The other part about insisting that “Canadians want parties to work together” is that it’s a wish that has about as much depth as people wanting a pony. It assumes that there are no trade-offs or downsides, and that you can simply ride or pet that pony at your leisure and not have to worry about feeding it, housing it, cleaning it, or shovelling out the barn. It’s far less glamourous, and sometimes ponies are mean, and they kick and bite. Sure, a voting system that you think will encourage parties to work together sounds like sunshine and rainbows, but it also means smaller parties holding larger ones hostage to try and gain outsized influence on decisions, and the inability for a government to speak with one voice, which is another one of those crucial things in our system that helps keep things accountable. So sure, people will answer on a survey that they want cooperation. It sounds like a wonderful thing. Reality of course is different, and people need to be very aware of that.

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QP: Something pretty fishy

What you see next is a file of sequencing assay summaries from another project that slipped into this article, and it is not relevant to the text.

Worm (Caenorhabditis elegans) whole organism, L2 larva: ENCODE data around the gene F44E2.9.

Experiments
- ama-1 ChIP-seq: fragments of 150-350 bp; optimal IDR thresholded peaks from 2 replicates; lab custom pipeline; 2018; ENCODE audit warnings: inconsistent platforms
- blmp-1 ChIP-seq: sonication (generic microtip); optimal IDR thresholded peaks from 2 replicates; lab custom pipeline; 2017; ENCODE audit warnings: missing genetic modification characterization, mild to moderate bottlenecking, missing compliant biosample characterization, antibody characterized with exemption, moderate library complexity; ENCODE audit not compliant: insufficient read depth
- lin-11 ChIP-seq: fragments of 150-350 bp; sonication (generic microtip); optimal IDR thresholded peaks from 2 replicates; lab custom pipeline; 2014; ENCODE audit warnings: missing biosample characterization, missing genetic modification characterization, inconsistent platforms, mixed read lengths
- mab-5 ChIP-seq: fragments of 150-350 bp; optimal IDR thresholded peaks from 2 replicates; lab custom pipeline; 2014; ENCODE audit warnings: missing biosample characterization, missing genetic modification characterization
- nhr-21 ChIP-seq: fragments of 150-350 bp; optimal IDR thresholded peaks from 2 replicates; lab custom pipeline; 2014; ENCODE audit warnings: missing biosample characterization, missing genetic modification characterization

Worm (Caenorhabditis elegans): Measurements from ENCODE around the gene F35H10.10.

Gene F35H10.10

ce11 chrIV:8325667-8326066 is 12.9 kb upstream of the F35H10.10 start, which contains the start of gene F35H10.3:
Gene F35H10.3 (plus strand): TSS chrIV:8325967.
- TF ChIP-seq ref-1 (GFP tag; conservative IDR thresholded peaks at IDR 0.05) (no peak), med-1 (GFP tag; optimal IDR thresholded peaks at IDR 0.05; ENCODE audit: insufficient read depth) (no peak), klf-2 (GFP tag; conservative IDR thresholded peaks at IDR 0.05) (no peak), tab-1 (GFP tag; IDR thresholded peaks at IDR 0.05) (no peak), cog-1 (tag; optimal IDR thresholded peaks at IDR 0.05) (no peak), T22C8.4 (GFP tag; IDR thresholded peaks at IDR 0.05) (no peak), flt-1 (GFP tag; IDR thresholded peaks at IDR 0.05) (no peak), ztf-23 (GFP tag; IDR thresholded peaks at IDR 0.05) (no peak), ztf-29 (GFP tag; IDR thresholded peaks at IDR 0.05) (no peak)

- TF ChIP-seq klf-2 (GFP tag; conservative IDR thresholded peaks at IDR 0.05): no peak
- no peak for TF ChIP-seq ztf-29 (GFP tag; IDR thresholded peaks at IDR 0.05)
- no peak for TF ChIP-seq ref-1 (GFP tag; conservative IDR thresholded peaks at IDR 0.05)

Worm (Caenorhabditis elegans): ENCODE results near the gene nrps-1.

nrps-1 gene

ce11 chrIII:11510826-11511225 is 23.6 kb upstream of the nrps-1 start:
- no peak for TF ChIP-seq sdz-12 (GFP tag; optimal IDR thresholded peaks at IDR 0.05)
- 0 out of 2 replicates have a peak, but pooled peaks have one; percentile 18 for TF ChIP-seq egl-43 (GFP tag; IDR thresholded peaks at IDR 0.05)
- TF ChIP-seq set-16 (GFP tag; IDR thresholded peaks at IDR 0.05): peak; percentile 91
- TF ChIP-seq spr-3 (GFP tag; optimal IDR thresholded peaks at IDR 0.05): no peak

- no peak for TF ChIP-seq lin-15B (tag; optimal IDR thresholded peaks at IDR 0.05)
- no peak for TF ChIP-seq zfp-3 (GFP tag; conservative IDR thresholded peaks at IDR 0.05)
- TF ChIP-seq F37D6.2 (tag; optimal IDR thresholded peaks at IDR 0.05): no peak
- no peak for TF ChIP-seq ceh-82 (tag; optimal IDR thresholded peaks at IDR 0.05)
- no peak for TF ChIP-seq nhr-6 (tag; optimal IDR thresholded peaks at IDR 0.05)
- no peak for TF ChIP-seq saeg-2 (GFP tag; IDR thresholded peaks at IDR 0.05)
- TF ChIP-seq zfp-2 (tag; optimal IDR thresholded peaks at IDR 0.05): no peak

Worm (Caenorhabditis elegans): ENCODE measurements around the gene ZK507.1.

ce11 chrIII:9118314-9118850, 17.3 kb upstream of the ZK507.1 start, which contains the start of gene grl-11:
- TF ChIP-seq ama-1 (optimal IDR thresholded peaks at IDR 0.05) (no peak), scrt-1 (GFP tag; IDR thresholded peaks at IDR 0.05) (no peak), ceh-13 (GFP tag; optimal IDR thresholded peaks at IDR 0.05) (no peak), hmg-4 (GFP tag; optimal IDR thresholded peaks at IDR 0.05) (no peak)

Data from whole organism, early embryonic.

On a snowy day in the Nation’s Capital, we had a mere single major leader present for QP, that being Thomas Mulcair. Denis Lebel led off, railing about Chinese billionaires and ethics rules, which got some of the usual points from Dominic LeBlanc about fundraising rules, seeing that he was answering in the place of Bardish Chagger (who is up north on small business and tourism-related work). Lebel wonder if the forestry industry needed to fundraise for the party to get heard, and Lebel assured him that they were working on solutions for that sector. Lebel switched to English to re-ask his first question, got the same answer, and then Candice Bergen took a turn on the same topic. LeBlanc assured her that the rules were followed, and on the second go-around, LeBlanc started listed similar fundraisers held by Conservatives while they were in power. Thomas Mulcair was up next, raising the Canada 2020 story and their sudden attempt to create distance between themselves and the government. LeBlanc listed fundraisers that Mulcair attended, and they went for another round in English. Mulcair then raised the limitations that the new CPP enhancements would have against women raising children, and Scott Brison said that this was an issue that was being raised at the next meeting with provincial and territorial ministers. Mulcair went another round of the same, raising that Pierre Trudeau fixed this 40 years ago, and Brison reiterated his response with some added praise for the Canada Child Benefit.

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QP: Having trouble with the concept of a charitable foundation